European CLO 2.0 equity has demonstrated resilience, achieving annualized equity returns (AER) similar to those of previous years, even when considering the severe market disruptions stemming from the COVID-19 pandemic. CLO equity returns continue to be affected by key factors such as asset selection and funding costs, and S&P Global Ratings has identified new relationships demonstrating trend patterns against equity returns. Individually, some variables are more effective than others in driving CLO equity performance, though these features come with associated risks.

—Read the full report from S&P Global Ratings



Banking Industry Under Pressure


Polish Banks Face Risk Of More Mortgage Costs From Looming Court Ruling

Polish banks could face a further hit related to their Swiss franc mortgage exposure if a ruling by the country's Supreme Court goes against them. The court is due to rule Sept. 2 on whether banks can charge customers for using their capital over the period when now-annulled mortgages were active.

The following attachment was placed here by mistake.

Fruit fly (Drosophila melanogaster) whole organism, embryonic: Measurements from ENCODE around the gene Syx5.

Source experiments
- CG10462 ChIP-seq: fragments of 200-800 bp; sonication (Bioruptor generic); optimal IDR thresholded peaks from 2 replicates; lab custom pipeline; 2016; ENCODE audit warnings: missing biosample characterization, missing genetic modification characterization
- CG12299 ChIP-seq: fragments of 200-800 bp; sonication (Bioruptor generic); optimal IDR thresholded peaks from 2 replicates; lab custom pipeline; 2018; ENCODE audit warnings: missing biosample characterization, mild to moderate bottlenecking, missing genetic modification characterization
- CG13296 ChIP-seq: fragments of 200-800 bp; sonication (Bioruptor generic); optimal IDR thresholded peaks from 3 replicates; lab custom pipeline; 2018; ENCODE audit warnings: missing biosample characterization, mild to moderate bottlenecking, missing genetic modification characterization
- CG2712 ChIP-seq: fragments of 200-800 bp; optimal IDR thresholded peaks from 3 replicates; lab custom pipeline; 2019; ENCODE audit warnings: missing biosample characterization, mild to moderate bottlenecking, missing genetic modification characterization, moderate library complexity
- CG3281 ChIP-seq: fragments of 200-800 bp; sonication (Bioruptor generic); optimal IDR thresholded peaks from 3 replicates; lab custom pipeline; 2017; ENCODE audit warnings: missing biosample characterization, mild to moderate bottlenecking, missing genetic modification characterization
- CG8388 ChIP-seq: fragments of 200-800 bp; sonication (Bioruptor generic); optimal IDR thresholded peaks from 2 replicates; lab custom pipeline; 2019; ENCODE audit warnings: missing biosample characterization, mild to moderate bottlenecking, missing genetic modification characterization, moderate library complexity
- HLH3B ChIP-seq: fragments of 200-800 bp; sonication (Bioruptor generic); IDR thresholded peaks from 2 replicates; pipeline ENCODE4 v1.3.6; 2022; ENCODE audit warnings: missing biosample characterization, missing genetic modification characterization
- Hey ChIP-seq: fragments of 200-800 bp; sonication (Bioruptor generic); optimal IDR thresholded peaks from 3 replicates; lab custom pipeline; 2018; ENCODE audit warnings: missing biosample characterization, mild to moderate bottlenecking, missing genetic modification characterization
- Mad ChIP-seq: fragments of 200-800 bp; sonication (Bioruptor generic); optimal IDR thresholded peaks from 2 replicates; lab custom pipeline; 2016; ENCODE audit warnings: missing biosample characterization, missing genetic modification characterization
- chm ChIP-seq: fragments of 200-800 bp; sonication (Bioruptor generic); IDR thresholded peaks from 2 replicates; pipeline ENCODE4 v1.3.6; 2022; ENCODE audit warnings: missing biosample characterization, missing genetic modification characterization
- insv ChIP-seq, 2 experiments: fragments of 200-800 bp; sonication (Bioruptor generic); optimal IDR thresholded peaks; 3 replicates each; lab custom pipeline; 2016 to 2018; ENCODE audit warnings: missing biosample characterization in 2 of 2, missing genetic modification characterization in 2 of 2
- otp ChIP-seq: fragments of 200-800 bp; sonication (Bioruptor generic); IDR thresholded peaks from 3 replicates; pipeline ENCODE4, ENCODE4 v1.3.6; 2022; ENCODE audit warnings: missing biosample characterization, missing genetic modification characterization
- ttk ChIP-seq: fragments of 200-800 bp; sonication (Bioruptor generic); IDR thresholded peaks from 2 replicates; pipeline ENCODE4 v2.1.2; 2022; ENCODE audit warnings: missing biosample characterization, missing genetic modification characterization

—Read the full article from S&P Global Market Intelligence



Japanese Regional Bank Earnings May Lose Momentum As Government Support Ends

Japan's regional banks, such as The Bank of Kyoto Ltd. and Concordia Financial Group Ltd., are often the primary lenders for small and medium-sized enterprises and were offered interest-free loans under a government stimulus program since May 2020. That helped bolster their lending to such companies. The government subsidy program ended in March and banks now need to take the risk on their loan books, analysts have said.

—Read the full article from S&P Global Market Intelligence



ESG in the Time of COVID-19


'We've Been Here Before': Entergy Exec Addresses Ida's Destruction